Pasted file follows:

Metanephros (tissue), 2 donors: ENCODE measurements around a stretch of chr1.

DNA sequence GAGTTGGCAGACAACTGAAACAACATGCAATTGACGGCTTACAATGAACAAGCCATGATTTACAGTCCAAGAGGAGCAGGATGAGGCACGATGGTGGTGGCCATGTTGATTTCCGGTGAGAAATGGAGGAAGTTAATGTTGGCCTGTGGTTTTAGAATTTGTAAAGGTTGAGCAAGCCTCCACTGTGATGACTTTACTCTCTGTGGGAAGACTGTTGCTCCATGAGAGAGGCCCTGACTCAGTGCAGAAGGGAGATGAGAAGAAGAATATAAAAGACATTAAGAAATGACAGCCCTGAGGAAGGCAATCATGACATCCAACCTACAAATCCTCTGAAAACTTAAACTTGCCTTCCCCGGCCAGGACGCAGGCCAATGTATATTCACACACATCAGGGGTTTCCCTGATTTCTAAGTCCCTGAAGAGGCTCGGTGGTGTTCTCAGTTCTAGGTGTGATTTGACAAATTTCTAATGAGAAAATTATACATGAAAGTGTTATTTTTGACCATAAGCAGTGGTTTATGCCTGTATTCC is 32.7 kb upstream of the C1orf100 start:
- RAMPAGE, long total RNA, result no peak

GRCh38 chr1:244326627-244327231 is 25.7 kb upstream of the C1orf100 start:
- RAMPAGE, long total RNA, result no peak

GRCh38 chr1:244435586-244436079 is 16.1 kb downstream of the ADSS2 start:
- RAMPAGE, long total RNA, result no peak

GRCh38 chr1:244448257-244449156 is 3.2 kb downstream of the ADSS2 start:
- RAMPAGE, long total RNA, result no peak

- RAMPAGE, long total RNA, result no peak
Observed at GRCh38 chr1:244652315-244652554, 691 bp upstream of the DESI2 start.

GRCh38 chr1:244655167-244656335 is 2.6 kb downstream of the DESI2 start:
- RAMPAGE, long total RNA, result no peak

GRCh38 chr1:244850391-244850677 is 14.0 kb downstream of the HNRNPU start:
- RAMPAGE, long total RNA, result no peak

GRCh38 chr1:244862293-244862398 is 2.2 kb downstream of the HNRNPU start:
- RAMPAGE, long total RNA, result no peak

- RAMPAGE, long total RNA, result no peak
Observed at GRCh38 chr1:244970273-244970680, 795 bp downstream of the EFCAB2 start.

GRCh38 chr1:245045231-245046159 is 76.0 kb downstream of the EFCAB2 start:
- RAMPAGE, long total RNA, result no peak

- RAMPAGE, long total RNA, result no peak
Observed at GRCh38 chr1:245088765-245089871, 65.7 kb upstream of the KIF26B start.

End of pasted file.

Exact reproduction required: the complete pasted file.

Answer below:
Metanephros (tissue), 2 donors: ENCODE measurements around a stretch of chr1.

DNA sequence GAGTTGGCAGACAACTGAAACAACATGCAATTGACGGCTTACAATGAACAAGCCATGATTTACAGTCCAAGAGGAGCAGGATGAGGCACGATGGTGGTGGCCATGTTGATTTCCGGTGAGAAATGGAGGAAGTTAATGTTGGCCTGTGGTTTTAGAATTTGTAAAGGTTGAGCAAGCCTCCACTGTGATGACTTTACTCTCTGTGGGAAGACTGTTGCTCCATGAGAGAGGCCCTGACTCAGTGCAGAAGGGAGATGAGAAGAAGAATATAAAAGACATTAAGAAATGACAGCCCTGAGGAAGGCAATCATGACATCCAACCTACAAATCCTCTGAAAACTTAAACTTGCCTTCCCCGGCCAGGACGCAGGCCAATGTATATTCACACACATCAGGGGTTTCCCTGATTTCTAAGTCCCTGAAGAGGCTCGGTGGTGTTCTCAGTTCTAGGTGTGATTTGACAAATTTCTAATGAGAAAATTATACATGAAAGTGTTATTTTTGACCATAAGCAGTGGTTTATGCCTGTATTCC is 32.7 kb upstream of the C1orf100 start:
- RAMPAGE, long total RNA, result no peak

GRCh38 chr1:244326627-244327231 is 25.7 kb upstream of the C1orf100 start:
- RAMPAGE, long total RNA, result no peak

GRCh38 chr1:244435586-244436079 is 16.1 kb downstream of the ADSS2 start:
- RAMPAGE, long total RNA, result no peak

GRCh38 chr1:244448257-244449156 is 3.2 kb downstream of the ADSS2 start:
- RAMPAGE, long total RNA, result no peak

- RAMPAGE, long total RNA, result no peak
Observed at GRCh38 chr1:244652315-244652554, 691 bp upstream of the DESI2 start.

GRCh38 chr1:244655167-244656335 is 2.6 kb downstream of the DESI2 start:
- RAMPAGE, long total RNA, result no peak

GRCh38 chr1:244850391-244850677 is 14.0 kb downstream of the HNRNPU start:
- RAMPAGE, long total RNA, result no peak

GRCh38 chr1:244862293-244862398 is 2.2 kb downstream of the HNRNPU start:
- RAMPAGE, long total RNA, result no peak

- RAMPAGE, long total RNA, result no peak
Observed at GRCh38 chr1:244970273-244970680, 795 bp downstream of the EFCAB2 start.

GRCh38 chr1:245045231-245046159 is 76.0 kb downstream of the EFCAB2 start:
- RAMPAGE, long total RNA, result no peak

- RAMPAGE, long total RNA, result no peak
Observed at GRCh38 chr1:245088765-245089871, 65.7 kb upstream of the KIF26B start.